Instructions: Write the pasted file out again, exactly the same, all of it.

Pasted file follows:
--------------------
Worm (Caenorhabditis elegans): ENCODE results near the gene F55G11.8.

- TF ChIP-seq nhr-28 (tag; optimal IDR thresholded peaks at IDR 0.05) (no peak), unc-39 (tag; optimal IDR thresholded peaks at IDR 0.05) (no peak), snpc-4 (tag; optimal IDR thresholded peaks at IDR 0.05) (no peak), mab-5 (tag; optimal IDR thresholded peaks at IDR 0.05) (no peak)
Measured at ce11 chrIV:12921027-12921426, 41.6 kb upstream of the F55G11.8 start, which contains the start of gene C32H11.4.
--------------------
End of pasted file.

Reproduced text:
Worm (Caenorhabditis elegans): ENCODE results near the gene F55G11.8.

- TF ChIP-seq nhr-28 (tag; optimal IDR thresholded peaks at IDR 0.05) (no peak), unc-39 (tag; optimal IDR thresholded peaks at IDR 0.05) (no peak), snpc-4 (tag; optimal IDR thresholded peaks at IDR 0.05) (no peak), mab-5 (tag; optimal IDR thresholded peaks at IDR 0.05) (no peak)
Measured at ce11 chrIV:12921027-12921426, 41.6 kb upstream of the F55G11.8 start, which contains the start of gene C32H11.4.